Is economic optimism returning?

After years of economic misery, things are starting to turn a little. While the news from Europe keeps throwing cold water on the situation, economic conditions in the United States seem to be improving, and that is fueling economic optimism.

Four years after the recession officially began in December 2007, economists, businesses and consumers alike have expressed a growing optimism about the recovery in recent weeks. The more confident, if still tempered, outlook is taking shape as the nation seems to be navigating past some big stumbling blocks — such as high gasoline prices — that have impeded growth most of this year. Some recent encouraging signs:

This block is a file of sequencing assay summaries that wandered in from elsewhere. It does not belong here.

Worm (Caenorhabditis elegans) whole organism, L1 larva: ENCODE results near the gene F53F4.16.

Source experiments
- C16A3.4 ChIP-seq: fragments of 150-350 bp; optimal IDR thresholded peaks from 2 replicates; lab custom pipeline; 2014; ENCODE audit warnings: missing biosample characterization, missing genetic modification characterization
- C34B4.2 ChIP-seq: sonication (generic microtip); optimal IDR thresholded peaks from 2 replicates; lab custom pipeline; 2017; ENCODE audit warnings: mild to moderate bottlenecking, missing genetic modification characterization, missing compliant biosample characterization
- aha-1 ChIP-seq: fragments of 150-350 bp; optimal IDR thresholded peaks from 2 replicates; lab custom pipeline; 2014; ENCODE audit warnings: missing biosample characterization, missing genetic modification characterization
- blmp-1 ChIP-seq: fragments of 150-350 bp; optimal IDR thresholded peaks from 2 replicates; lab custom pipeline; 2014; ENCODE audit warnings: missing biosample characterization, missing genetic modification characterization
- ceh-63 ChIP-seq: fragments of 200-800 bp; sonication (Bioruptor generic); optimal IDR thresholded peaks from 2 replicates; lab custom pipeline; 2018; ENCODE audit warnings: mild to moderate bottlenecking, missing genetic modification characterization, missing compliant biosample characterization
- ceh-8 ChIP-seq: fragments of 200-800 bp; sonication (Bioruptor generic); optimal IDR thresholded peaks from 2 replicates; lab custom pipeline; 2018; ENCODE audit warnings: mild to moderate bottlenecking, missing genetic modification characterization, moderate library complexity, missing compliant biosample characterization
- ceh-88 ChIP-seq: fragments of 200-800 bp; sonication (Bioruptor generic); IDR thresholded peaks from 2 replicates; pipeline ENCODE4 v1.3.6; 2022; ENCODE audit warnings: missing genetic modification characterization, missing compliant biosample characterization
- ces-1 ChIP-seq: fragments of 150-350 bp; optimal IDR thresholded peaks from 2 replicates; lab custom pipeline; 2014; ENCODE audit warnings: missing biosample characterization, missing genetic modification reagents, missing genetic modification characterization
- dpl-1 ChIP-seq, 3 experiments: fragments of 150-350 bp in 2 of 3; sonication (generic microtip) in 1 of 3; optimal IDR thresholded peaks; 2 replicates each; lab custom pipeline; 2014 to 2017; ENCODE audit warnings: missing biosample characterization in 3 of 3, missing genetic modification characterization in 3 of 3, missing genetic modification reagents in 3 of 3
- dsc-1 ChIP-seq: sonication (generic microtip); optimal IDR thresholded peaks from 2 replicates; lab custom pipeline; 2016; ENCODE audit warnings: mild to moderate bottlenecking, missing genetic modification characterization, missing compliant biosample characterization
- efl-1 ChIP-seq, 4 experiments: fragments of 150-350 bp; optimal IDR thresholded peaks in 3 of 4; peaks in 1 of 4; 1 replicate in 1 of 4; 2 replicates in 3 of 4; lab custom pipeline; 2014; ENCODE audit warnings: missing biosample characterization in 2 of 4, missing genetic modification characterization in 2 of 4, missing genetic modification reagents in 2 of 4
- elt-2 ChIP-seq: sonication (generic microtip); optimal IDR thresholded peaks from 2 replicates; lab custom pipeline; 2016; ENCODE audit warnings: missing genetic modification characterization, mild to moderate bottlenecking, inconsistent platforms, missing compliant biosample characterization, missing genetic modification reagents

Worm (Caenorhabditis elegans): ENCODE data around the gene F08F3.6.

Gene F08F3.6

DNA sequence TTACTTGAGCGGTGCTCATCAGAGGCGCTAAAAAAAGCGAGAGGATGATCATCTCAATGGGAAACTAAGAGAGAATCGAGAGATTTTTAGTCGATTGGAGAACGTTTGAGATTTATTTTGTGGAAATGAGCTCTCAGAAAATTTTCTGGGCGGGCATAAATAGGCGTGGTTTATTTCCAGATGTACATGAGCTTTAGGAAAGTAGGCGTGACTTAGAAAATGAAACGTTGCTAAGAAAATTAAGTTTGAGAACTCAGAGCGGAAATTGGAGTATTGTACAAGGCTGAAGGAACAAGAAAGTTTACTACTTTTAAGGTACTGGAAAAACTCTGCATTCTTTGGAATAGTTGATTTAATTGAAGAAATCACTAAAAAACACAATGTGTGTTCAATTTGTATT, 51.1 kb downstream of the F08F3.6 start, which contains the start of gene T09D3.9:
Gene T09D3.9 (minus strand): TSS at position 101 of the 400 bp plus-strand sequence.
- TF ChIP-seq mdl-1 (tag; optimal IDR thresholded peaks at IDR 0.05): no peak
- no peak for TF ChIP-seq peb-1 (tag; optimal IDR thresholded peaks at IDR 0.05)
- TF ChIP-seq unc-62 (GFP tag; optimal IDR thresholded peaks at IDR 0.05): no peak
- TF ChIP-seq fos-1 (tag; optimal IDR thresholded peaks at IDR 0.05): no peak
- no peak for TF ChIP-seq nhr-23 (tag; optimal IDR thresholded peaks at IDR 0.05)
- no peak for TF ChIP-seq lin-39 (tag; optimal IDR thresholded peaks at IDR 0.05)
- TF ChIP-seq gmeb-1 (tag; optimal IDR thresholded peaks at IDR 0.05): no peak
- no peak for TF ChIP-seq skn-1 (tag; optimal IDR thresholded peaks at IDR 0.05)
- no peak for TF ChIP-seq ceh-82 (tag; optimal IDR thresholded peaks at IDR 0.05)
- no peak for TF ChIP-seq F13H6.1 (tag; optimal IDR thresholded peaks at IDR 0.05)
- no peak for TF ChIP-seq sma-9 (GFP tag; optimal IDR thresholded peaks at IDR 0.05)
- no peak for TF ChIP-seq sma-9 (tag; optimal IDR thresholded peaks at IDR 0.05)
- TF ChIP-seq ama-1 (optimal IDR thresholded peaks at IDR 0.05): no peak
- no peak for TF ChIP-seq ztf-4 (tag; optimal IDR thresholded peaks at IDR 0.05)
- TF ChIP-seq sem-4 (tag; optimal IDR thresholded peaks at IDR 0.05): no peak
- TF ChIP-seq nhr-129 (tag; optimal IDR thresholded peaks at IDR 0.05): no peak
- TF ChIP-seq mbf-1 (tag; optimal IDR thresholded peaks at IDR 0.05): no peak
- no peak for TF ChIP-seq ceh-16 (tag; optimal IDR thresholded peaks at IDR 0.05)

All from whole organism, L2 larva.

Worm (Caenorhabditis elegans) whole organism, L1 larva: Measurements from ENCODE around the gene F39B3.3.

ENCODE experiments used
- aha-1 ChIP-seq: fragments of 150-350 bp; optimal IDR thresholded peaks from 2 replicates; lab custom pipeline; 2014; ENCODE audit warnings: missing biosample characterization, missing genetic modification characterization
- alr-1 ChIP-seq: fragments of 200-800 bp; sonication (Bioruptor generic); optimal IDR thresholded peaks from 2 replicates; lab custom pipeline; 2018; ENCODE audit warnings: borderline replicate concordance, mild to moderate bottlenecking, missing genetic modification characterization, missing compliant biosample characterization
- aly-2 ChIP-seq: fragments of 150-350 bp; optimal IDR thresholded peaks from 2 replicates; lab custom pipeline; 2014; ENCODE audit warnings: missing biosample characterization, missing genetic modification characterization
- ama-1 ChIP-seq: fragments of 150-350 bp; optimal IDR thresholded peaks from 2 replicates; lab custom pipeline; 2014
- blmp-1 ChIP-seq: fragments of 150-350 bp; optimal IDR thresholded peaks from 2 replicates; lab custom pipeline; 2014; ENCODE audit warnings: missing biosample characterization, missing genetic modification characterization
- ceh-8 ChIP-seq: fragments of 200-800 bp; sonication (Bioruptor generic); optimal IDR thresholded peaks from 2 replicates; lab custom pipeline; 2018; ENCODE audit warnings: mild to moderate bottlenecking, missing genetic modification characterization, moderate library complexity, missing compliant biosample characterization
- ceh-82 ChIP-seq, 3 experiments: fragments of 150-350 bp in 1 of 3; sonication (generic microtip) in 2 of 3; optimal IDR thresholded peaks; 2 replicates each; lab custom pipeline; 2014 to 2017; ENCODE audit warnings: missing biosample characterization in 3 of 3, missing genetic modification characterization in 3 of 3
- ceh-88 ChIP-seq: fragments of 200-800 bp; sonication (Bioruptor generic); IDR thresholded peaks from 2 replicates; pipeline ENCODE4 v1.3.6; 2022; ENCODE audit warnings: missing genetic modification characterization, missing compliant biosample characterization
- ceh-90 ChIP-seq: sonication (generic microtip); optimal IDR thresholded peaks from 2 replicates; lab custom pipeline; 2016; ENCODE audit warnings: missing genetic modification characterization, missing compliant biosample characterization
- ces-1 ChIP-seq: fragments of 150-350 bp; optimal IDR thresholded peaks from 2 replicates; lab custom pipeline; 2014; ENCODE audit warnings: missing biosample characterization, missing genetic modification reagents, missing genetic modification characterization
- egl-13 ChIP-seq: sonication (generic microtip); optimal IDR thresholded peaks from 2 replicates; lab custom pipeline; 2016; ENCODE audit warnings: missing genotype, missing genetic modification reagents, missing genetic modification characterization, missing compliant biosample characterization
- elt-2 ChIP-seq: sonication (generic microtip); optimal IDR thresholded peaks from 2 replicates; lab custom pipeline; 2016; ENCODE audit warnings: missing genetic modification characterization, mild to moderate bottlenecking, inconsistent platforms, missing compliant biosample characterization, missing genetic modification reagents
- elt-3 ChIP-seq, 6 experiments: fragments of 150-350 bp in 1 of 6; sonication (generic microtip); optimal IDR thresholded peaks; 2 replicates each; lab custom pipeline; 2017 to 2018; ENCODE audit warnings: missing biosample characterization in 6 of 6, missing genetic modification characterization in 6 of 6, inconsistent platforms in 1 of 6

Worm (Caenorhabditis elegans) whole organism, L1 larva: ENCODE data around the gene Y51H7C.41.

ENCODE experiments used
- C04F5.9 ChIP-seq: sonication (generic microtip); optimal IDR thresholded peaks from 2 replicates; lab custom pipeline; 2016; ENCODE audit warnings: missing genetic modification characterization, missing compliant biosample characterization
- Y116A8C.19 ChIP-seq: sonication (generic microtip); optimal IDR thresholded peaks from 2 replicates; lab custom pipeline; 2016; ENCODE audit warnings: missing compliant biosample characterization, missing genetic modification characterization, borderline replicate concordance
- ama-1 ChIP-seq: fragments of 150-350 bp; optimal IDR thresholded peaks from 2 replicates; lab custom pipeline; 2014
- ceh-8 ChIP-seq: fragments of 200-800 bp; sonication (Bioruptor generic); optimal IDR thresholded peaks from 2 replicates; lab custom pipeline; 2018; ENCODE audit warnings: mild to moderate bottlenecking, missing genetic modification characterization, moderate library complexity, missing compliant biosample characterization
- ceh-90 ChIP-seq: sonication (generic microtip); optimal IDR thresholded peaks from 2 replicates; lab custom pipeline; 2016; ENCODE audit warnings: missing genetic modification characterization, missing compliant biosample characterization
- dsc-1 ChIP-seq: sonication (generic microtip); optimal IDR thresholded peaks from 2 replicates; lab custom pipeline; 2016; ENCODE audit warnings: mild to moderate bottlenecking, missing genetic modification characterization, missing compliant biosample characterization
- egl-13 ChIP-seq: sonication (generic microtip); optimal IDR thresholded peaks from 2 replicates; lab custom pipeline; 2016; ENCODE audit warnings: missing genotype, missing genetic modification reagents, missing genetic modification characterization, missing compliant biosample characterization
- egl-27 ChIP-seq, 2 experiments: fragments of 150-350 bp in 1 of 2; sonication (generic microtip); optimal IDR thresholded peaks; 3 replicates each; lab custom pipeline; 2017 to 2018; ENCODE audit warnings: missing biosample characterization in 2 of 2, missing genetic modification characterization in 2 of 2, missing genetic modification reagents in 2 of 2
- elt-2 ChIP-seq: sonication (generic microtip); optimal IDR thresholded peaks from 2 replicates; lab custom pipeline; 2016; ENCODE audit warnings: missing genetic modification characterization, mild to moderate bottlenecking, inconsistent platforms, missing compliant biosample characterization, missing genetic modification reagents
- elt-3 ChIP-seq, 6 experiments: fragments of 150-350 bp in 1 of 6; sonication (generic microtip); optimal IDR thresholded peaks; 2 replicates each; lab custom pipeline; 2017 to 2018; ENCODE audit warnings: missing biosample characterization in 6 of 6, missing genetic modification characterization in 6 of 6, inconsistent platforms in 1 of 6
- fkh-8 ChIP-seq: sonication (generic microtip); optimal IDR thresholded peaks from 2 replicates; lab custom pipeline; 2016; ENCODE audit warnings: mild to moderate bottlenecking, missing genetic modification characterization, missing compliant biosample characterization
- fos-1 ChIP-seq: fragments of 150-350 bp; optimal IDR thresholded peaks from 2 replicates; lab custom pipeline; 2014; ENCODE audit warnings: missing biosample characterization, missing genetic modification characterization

Vehicle sales in November rose 14% from a year ago to an annual rate of 13.6 million — their best showing since cash-for-clunker incentives drove purchases in August 2009. Economists cite, in part, the recent easing of auto shipment disruptions that followed the Japanese earthquake early this year, as well as a less diffident consumer.

“We’re getting some pent-up demand kicking in where people who have not replaced for a long, long time, particularly if they’re still working … are deciding it’s time,” says Nigel Gault, chief U.S. economist at IHS Global Insight.

Read the entire article and see the various ways things are getting better.


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